Gouzoules says his initial analysis of data collected in his lab, which has yet to be published, suggests the answer is a qualified yes. Humans do seem to be able to distinguish screams of fear from screams of aggression, but they have a harder time distinguishing screams of fear from screams of excitement.
To get a better understanding of positive screams will require more data, which Poeppel and Gouzoules say is tricky to collect. Both researchers relied on a mix of screams lifted from the internet and screams recorded in their labs, but this raises a further question about how humans interpret screams: can we tell when someone is faking it? According to research published by Gouzoules in December, we’re not very good at telling when a scream is real or fake. In fact, the only consistent giveaway that a scream was fake was that it lasted too long—but who could blame Hollywood for indulging in drama?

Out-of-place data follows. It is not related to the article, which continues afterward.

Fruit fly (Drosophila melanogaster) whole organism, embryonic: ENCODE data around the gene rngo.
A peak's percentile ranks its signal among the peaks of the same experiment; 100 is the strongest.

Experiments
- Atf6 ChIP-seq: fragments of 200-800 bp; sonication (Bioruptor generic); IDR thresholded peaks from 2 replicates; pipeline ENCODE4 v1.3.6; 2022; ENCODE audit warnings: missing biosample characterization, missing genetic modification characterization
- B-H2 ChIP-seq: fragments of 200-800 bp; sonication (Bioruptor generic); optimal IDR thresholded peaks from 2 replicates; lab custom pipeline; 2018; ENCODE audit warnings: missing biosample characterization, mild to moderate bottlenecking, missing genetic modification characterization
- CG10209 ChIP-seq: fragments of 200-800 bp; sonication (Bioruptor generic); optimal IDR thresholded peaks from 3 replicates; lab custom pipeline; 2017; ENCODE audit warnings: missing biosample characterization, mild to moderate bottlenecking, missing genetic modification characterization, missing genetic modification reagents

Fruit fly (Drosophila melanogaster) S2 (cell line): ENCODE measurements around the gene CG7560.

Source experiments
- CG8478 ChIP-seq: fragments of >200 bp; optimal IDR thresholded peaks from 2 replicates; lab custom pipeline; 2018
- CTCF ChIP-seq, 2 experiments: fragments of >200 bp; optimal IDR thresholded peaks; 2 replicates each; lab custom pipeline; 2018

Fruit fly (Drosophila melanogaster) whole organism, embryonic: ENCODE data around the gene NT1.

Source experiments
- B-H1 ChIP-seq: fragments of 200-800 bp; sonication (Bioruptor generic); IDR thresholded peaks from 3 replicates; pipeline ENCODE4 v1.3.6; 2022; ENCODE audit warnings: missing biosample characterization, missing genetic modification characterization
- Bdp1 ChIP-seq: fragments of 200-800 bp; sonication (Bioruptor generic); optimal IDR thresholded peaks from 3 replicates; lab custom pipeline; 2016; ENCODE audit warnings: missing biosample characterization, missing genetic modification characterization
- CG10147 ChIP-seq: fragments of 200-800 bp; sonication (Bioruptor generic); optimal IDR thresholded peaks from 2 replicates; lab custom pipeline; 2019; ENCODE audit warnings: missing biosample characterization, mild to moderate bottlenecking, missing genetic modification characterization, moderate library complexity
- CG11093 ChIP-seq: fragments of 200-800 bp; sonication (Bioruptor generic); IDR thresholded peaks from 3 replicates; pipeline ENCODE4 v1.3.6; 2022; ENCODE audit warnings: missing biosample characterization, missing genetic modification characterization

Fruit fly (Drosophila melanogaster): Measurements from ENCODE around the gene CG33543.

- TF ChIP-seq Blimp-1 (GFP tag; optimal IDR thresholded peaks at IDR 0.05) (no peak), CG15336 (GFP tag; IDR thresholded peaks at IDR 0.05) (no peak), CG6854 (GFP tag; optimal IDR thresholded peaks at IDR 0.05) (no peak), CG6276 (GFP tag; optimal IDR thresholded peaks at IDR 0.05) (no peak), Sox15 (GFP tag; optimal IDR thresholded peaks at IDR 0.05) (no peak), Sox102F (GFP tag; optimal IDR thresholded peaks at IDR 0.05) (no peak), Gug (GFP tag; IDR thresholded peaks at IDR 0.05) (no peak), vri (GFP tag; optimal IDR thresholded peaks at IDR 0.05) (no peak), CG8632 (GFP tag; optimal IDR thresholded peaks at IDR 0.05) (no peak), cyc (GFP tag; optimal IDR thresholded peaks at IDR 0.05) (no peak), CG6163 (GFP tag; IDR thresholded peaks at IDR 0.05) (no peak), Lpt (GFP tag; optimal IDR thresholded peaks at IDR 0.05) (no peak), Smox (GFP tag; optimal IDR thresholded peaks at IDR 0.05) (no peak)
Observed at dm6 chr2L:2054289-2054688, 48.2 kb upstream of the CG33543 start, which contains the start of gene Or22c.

For now, the research conducted by screamologists like Gouzoules and Poeppel is still exploratory, but it may one day find real-world applications. Gouzoules sees particular promise when it comes to medical issues that involve “vocally disruptive behavior,” such as dementia. In this context, being able to know when a scream suggests a patient is in pain would help doctors treat a person who is unable to speak.
The research may also find use among computer scientists who are training computers to recognize human screams in real-world environments. These sorts of smart sensors could, in principle, be deployed in public places to alert law enforcement when a person is in distress, similar to sensors designed to detect the acoustic signature of gunshots. While Gouzoules hasn’t ruled this out as a possibility, he says that the wide variety of human screams will make it difficult for machines to definitively distinguish one type of scream for another. Screams may be a primitive form of communication, but that doesn’t make them simple.